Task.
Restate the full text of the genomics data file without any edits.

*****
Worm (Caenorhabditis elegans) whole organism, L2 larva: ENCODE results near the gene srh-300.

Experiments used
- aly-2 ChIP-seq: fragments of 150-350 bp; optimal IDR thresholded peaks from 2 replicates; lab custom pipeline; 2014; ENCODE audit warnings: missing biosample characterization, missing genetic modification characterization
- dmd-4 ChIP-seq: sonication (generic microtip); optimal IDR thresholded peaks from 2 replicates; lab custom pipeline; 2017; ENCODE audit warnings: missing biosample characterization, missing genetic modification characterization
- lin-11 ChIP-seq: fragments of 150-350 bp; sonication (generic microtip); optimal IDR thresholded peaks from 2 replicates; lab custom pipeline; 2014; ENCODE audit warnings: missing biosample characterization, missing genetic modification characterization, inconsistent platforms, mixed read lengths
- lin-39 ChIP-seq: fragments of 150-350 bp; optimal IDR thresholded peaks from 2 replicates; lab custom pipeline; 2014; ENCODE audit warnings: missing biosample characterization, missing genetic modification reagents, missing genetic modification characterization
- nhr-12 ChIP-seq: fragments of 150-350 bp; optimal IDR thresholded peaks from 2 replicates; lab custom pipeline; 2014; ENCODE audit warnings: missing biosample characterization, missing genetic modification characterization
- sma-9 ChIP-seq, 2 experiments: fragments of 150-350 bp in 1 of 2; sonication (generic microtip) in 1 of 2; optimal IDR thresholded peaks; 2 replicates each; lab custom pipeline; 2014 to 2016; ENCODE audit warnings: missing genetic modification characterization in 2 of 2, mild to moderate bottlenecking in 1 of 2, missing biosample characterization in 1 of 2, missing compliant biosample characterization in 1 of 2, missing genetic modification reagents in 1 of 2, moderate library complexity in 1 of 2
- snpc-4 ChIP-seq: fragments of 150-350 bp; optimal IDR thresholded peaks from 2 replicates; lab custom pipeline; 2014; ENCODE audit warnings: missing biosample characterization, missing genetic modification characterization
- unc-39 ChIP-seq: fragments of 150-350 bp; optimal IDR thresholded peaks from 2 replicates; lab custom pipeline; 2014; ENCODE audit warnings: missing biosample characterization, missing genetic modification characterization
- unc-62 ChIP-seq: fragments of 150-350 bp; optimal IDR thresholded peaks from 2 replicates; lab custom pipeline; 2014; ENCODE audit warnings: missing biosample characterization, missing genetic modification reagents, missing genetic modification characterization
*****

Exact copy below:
Worm (Caenorhabditis elegans) whole organism, L2 larva: ENCODE results near the gene srh-300.

Experiments used
- aly-2 ChIP-seq: fragments of 150-350 bp; optimal IDR thresholded peaks from 2 replicates; lab custom pipeline; 2014; ENCODE audit warnings: missing biosample characterization, missing genetic modification characterization
- dmd-4 ChIP-seq: sonication (generic microtip); optimal IDR thresholded peaks from 2 replicates; lab custom pipeline; 2017; ENCODE audit warnings: missing biosample characterization, missing genetic modification characterization
- lin-11 ChIP-seq: fragments of 150-350 bp; sonication (generic microtip); optimal IDR thresholded peaks from 2 replicates; lab custom pipeline; 2014; ENCODE audit warnings: missing biosample characterization, missing genetic modification characterization, inconsistent platforms, mixed read lengths
- lin-39 ChIP-seq: fragments of 150-350 bp; optimal IDR thresholded peaks from 2 replicates; lab custom pipeline; 2014; ENCODE audit warnings: missing biosample characterization, missing genetic modification reagents, missing genetic modification characterization
- nhr-12 ChIP-seq: fragments of 150-350 bp; optimal IDR thresholded peaks from 2 replicates; lab custom pipeline; 2014; ENCODE audit warnings: missing biosample characterization, missing genetic modification characterization
- sma-9 ChIP-seq, 2 experiments: fragments of 150-350 bp in 1 of 2; sonication (generic microtip) in 1 of 2; optimal IDR thresholded peaks; 2 replicates each; lab custom pipeline; 2014 to 2016; ENCODE audit warnings: missing genetic modification characterization in 2 of 2, mild to moderate bottlenecking in 1 of 2, missing biosample characterization in 1 of 2, missing compliant biosample characterization in 1 of 2, missing genetic modification reagents in 1 of 2, moderate library complexity in 1 of 2
- snpc-4 ChIP-seq: fragments of 150-350 bp; optimal IDR thresholded peaks from 2 replicates; lab custom pipeline; 2014; ENCODE audit warnings: missing biosample characterization, missing genetic modification characterization
- unc-39 ChIP-seq: fragments of 150-350 bp; optimal IDR thresholded peaks from 2 replicates; lab custom pipeline; 2014; ENCODE audit warnings: missing biosample characterization, missing genetic modification characterization
- unc-62 ChIP-seq: fragments of 150-350 bp; optimal IDR thresholded peaks from 2 replicates; lab custom pipeline; 2014; ENCODE audit warnings: missing biosample characterization, missing genetic modification reagents, missing genetic modification characterization